Early on in this project, we learned the difference (and that there is a difference) between a resolution and a bill. A resolution is not voted into law; it’s simply a document that states an opinion. But if that opinion has enough support, a bill could be drafted around it, which could then — someday — become law. To legally lower Northampton’s voting age is our end goal. R-18.097 “calls upon the Northampton City Council to petition the Massachusetts Legislature to allow the City of Northampton to establish a minimum voting age … of sixteen years for all municipal elections.” As city governments cannot create laws of their own (laws can only be established on a state or federal level), the purpose of R-18.097 is to encourage the city government to support a state bill to lower the voting age. This bill is what we could actually send to the state Senate in Boston, where it could be approved and put on a ballot.

There are three basic steps toward our goal. First, the resolution must be approved by the Northampton City Council. Second, the bill must be approved by the Massachusetts Legislature. Third, the bill must be approved and voted into law by Northampton citizens. As we are realizing, this is a delicate process: The effort can be completely shut down at any one of these stages.

We’ve already taken the first step. On May 3, I watched the nine members of the council discuss R-18.097 at their bimonthly public meeting in their chambers behind City Hall. It was unanimously supported. The resolution was not voted on, however; instead, it was moved to the Subcommittee on Legislative Matters (chaired by Dwight), where it currently sits. Once the resolution passes through this committee, it will reappear on the council’s meeting agenda, where it will finally be officially voted on.

If it is approved, barring any unforeseen obstacles, the next step that the youth commission will take is to draft a bill to send to the state Senate. This stage of the process is where other attempts to lower the voting age have failed in Massachusetts. Groups of teenagers in Cambridge (in 2002) and Lowell (in 2011) have attempted to pass similar laws, lowering the municipal voting ages in their cities to 17. Both attempts were supported by their respective city governments, but neither bill made it through the state Senate.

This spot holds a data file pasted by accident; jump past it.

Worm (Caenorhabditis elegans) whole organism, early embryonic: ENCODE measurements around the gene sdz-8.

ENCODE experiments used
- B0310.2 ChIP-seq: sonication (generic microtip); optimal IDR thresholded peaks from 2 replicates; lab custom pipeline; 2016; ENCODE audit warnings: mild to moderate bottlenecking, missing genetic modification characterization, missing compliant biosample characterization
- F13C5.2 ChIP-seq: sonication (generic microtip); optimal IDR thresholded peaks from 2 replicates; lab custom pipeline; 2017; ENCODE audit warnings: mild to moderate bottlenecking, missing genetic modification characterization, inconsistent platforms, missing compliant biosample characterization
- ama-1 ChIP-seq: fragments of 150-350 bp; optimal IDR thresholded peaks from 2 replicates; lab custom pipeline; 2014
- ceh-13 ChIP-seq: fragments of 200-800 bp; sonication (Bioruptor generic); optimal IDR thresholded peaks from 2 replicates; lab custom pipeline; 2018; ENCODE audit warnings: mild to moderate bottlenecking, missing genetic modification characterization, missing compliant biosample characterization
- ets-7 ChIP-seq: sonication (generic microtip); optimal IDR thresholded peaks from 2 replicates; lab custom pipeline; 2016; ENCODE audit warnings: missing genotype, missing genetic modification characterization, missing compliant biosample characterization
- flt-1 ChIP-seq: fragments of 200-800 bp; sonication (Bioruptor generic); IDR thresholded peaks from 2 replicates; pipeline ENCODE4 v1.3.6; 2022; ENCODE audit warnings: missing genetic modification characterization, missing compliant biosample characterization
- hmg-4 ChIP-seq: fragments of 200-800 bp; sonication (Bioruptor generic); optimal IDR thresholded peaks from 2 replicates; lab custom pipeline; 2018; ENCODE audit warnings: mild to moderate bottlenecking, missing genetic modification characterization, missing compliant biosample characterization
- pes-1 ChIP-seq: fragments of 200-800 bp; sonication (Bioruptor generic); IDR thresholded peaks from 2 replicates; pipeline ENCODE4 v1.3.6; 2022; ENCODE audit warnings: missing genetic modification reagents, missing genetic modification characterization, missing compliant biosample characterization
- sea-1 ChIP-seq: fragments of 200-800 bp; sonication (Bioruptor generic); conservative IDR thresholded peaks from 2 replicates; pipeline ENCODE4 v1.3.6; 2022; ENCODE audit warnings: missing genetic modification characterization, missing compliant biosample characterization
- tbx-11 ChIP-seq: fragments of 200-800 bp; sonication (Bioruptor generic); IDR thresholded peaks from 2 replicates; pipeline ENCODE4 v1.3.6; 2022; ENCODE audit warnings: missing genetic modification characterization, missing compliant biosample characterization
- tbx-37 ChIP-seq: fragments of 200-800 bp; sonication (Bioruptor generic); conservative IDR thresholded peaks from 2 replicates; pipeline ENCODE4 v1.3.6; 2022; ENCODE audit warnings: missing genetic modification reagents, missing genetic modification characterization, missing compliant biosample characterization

Still, we’re confident that things are different this time around. We believe that the momentum created by recent local youth activism and political involvement in the debate on gun laws will be sufficient to prove to legislators that expanding suffrage to teenagers will, in fact, result in increased voter participation. The resolution is not universally supported by local people, however. Northampton resident Chelsea Sahn, for example, believes that the voting age should remain at 18 because, Sahn says, “Teenagers don’t fully understand the voting process.” Still, the overwhelming majority of the feedback that the we’ve received has been positive. Most people who hear about what we’re doing seem excited about the idea of Northampton leading the way forward on this socially progressive issue.

Northampton could set a great example for other cities considering lowering the voting age to follow. The general attitude of the commission is one of hopeful optimism. Our primary concern, at the moment, is getting the bill passed through the state Legislature.

The projected time frame for this project is relatively short in the overall scheme of things. R-18.097 will return to the City Council for a vote in the coming weeks, and if it is approved, a bill could be sent to Boston shortly thereafter. If the bill makes it through the state Legislature, it could appear on a ballot as early as November’s election. And if all goes according to plan, that will be the very last election that 16- and 17-year-olds will
be prohibited from participating in, at least in Northampton.

You can view the resolution online at northamptonma.gov/agendacenter/viewfile/item/9934?fileid=105873.